India-Pakistan Nuclear Standoff: What Does the West Have at Stake in South Asia?
It seems that the American leadership recognizes the devastating global impact of possible India-Pakistan nuclear war. In "Brokering Peace in Nuclear Environments U.S. Crisis Management in South Asia", Pakistani-American analyst Dr. Moeed Yusuf talks about the US efforts to prevent India-Pakistan war that could escalate into a full-scale nuclear exchange. He analyzes American diplomacy in three critical periods: Kargil conflict in 1999; the stand-off after the Indian Parliament attack in 2001 and the terrorist attack in Mumbai in 2008.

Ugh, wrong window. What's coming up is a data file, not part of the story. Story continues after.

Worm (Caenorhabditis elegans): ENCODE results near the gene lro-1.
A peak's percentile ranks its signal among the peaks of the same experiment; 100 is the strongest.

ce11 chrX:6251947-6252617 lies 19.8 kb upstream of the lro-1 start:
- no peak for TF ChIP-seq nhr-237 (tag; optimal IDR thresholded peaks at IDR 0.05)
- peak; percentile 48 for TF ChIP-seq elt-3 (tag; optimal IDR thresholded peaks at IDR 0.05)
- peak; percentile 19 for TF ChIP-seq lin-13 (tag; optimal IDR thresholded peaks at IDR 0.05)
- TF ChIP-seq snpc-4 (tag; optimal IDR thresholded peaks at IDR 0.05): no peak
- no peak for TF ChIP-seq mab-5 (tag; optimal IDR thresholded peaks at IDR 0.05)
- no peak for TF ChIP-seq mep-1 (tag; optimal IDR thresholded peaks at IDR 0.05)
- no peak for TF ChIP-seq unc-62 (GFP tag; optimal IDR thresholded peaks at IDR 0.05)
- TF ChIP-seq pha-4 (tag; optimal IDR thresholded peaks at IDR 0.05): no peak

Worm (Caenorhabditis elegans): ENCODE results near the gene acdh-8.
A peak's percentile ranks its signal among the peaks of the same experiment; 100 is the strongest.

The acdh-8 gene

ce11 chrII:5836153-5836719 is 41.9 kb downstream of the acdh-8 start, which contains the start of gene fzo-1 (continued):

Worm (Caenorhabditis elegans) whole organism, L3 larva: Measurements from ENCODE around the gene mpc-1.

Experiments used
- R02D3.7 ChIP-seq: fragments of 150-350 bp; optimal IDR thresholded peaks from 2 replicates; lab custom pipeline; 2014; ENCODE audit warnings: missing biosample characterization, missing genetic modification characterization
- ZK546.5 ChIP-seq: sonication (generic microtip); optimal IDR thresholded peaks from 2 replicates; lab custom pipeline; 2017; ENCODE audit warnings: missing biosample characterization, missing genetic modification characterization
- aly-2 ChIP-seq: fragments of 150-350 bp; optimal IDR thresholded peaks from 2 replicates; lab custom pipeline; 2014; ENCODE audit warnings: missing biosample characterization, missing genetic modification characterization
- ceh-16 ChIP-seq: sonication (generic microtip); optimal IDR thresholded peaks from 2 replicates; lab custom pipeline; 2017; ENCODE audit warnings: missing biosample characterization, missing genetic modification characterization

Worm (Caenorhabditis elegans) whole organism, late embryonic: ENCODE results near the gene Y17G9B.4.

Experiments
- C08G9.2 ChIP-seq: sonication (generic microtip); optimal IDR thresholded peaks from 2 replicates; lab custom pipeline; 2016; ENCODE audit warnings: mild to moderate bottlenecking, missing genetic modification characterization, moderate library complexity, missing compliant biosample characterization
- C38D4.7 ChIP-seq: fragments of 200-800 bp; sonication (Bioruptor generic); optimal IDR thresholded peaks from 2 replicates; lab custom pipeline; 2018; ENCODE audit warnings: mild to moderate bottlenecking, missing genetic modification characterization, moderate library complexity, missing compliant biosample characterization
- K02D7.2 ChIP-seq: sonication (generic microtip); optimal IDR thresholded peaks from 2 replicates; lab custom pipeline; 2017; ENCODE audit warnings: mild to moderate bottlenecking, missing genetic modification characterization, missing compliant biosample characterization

Yusuf argues that the US-Soviet Cold War deterrence model does not apply to the India-Pakistan conflict and offers his theory of "brokered bargaining". In chapters that detail the US role during three India-Pakistan crises, it is clear that the US rejected India's insistence on bilateralism in resolving India-Pakistan disputes. The author says that "in each episode, the concern about the escalation forced the United States to engage, largely unsolicited, and use a mix of rewards (or promises of) and punishments (or threats of) with the regional rivals to achieve de-escalation--ahead of its broader regional or policy interests."
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